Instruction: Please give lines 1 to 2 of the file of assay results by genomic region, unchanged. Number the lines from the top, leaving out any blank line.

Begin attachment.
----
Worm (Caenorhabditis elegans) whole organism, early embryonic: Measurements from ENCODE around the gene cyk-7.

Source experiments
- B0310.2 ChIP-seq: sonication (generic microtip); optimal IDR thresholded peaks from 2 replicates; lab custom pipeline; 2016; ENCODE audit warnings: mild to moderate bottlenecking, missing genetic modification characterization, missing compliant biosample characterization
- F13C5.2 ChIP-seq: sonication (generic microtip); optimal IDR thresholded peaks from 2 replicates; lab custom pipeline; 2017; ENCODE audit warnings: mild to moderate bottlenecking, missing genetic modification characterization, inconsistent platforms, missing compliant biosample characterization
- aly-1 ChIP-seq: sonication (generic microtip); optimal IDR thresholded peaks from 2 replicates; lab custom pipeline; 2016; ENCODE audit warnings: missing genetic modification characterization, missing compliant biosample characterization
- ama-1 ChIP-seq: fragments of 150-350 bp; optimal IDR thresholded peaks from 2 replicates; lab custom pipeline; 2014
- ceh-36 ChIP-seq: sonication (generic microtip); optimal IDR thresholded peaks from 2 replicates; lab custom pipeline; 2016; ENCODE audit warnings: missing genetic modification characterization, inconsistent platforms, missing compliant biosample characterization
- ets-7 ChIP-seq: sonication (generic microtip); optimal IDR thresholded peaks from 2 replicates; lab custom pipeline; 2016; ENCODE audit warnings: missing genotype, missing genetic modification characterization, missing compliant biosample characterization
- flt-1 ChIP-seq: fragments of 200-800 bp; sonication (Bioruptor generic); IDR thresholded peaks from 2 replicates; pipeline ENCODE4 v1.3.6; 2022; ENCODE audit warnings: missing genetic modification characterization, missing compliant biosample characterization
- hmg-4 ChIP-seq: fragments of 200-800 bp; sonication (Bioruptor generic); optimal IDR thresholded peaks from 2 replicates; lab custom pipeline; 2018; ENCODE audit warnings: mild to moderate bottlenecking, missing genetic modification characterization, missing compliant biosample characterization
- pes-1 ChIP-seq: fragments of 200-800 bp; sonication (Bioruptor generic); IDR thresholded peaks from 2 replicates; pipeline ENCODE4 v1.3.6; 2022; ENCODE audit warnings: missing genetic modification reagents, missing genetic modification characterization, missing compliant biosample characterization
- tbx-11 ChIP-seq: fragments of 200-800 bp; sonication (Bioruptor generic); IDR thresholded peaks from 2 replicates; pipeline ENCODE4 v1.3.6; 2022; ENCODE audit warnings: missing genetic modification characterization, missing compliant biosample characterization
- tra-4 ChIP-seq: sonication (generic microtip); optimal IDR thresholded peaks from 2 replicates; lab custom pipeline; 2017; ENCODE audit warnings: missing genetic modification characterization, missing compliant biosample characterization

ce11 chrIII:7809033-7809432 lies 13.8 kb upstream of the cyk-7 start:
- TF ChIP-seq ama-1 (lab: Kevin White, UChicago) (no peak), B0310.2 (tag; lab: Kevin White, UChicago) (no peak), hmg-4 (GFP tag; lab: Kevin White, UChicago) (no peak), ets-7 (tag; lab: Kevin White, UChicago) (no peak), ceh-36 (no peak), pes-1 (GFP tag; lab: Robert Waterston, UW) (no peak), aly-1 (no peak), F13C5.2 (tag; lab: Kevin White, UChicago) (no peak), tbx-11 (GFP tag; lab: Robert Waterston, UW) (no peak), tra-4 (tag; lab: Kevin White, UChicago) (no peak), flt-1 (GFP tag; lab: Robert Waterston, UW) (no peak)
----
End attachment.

Worm (Caenorhabditis elegans) whole organism, early embryonic: Measurements from ENCODE around the gene cyk-7.

Source experiments